**As implied by the name, scientific notation is most commonly used by scientists.** According to the Franciscan University of Steubenville, scientists who must work with very large or very small numbers often use scientific notation to make such unwieldy numbers simpler to use.

Scientists that use scientific notation extensively usually work in fields that examine really large things and distances or really small things and distances. For example, according to the Institute for Energy and Environmental Research, astronomers often use scientific notation when making calculations. Astronomers must work with very large numbers, such as the speed of light, which can be written as 300,000,000 meters per second or, more simply as, 3.0 x 10^8 meters per second. Geologists and physicists must also use scientific notation to deal with very large numbers.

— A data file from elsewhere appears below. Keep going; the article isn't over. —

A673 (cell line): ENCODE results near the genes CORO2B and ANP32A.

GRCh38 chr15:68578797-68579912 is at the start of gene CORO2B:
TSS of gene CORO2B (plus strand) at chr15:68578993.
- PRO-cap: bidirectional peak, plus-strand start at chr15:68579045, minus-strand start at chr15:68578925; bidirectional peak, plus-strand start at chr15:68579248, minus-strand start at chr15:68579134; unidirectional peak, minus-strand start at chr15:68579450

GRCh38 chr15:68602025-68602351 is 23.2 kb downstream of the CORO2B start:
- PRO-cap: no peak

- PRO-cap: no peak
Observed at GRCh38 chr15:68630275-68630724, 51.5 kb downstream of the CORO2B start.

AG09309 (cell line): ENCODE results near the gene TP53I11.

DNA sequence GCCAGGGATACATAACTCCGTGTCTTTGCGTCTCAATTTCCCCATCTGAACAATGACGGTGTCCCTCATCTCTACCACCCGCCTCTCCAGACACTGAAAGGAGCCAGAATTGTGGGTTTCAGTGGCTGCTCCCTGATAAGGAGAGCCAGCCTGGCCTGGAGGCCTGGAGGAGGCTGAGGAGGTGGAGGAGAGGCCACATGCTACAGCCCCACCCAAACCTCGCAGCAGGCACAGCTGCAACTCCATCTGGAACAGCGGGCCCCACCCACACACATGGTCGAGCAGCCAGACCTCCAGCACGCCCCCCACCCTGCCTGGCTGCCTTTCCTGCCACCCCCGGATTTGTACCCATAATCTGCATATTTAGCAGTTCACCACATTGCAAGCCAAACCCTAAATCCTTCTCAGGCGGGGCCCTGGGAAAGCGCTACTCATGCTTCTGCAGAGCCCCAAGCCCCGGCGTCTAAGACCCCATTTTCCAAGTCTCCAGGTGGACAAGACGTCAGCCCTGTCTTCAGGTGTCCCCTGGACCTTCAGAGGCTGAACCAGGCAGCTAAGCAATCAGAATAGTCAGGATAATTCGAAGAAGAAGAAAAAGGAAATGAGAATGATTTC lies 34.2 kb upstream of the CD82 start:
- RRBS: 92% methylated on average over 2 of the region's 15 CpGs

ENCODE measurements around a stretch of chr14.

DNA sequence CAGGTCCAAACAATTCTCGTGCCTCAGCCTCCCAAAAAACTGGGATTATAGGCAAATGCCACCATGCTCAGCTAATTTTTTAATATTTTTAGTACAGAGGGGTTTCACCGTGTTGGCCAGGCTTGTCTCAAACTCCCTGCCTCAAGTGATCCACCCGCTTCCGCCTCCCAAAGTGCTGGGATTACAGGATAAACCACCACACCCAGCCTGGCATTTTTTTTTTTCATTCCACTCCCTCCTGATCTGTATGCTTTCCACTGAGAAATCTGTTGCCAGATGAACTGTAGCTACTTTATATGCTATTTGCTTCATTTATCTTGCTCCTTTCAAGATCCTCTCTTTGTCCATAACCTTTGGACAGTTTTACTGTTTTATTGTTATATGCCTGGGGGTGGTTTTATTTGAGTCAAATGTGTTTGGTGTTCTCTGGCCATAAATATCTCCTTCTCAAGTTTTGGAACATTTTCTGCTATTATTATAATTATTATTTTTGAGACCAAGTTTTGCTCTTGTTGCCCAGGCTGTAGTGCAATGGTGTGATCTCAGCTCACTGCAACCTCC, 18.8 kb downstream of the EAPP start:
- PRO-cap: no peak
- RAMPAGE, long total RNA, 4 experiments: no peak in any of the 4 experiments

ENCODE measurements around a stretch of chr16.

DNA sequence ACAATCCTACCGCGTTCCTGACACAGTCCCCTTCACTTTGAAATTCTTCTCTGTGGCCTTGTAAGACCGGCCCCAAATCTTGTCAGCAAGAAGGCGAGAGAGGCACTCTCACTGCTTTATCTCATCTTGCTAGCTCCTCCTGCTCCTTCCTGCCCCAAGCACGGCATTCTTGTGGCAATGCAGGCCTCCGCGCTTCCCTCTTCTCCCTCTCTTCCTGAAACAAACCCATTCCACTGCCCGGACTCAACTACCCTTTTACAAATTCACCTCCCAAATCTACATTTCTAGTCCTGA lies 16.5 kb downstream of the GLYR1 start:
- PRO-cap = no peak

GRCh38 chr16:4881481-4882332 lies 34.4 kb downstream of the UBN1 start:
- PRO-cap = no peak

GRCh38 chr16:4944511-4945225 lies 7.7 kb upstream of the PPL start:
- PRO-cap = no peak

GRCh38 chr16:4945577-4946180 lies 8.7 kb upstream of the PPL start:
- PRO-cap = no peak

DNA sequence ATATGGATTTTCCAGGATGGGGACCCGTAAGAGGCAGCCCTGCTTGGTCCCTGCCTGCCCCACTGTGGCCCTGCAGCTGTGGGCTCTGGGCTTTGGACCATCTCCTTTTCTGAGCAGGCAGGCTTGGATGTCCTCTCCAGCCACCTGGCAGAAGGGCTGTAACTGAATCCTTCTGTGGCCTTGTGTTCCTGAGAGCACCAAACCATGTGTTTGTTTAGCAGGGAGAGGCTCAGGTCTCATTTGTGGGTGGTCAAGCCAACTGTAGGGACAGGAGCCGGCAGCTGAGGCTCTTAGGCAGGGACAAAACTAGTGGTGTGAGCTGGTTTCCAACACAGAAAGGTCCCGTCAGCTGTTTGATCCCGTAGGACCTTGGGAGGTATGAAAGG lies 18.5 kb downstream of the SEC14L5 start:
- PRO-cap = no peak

At the other end of the spectrum, microbiologists and doctors have to work with very small numbers. For example, the influenza virus is about .0001 millimeters in diameter. This is easier to write as 1.0 x 10^-4 millimeters. Engineers also need to use scientific notation from time to time.

Some careers use scientific notation to deal with both large and small numbers. For example, chemists must be able to discuss the size of molecules, which are very small, and the number of atoms in a substance, which is usually very large.